TEL AVIV (Sep. 22)
Residents of a sprawling slum along the railroad tracks between Lod and Ramla were being given polio vaccinations Thursday, following discovery of the polio virus in sewage from the area.
The Health Ministry was reported to be considering vaccination of the entire population of the Lod-Ramla region, since the water samples, part of a nationwide testing program, proved contaminated.
The mass vaccination of the entire 150,000 residents of the Hadera area was begun Tuesday after an outbreak of poliomyelitis (infantile paralysis) there was confirmed last week.
The first stage, the injection of Salk serum into pregnant women and infants under a year old, was begun on Yom Kippur eve by teams of doctors, assisted by 120 nurses.
Arab doctors and nurses administered the vaccine in Arab towns and villages during Yom Kippur.
In the second stage, which began Thursday, the orally administered Sabin vaccine was given to 50,000 kindergarten and elementary school children. About 100,000 other residents under the age of 35 will receive the Sabin serum in later stages.
The immunization program is expected to last 10 days and will cost about $100,000.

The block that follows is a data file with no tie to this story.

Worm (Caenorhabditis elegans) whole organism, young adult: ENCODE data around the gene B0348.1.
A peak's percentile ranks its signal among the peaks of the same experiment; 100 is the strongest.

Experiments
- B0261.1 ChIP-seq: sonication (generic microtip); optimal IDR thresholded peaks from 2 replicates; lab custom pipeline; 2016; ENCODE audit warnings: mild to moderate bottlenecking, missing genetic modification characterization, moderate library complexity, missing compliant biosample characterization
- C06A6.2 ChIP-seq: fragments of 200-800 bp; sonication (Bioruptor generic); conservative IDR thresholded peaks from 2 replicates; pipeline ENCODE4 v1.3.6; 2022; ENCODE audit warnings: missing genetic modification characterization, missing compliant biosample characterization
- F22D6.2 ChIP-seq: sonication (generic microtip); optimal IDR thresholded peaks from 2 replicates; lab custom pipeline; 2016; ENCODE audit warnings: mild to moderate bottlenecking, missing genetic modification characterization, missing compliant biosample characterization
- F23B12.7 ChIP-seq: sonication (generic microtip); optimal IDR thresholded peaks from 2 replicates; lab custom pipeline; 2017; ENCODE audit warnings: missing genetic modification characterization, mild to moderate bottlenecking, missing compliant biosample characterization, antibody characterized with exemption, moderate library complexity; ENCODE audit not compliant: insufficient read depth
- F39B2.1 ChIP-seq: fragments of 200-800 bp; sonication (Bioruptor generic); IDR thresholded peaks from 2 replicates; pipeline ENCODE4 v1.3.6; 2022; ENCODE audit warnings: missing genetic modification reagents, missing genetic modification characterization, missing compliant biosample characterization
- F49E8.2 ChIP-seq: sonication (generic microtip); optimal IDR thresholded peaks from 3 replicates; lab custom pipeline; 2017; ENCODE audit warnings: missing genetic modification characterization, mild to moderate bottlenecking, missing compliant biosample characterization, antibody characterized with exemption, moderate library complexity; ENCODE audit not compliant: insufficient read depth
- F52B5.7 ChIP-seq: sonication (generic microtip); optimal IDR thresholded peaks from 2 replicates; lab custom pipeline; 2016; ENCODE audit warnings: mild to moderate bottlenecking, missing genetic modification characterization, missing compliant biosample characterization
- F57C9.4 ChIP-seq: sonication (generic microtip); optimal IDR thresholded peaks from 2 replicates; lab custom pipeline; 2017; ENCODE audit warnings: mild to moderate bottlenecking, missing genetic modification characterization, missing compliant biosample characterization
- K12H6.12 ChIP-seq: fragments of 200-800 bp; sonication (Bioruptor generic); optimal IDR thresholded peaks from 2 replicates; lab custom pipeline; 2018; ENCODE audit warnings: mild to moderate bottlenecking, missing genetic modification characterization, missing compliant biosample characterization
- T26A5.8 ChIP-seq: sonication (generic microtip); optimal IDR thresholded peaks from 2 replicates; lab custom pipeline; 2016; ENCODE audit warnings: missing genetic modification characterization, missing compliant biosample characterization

The Health Ministry insists there is no epidemic, but rather a number of isolated cases among the 5 percent of the population without natural or acquired immunity to the disease.
So far there are only seven confirmed cases in the country and three suspected cases, ranging from mild to severe.
The confirmed victims include a 3-month-old boy and a 26-year-old resident of Or Akiva, near Hadera. Both were reported in serious but stable condition.
A 23-year-old soldier has been released from a hospital in Acre in good condition after treatment, and is now in an army convalescent home.
A 26-year-old Hadera woman who worked in Or Akiva has been paralyzed in an arm and a leg. Her condition is stable.
An 11-year-old boy from Givat Olga suffered partial paralysis of the legs.
A 10-year-old boy from Kibbutz Ein Shemer, near Hadera, has become ill.
A 9-month-old girl from Kiryat Gat, near Ashkelon, was the only case reported at considerable distance from Hadera.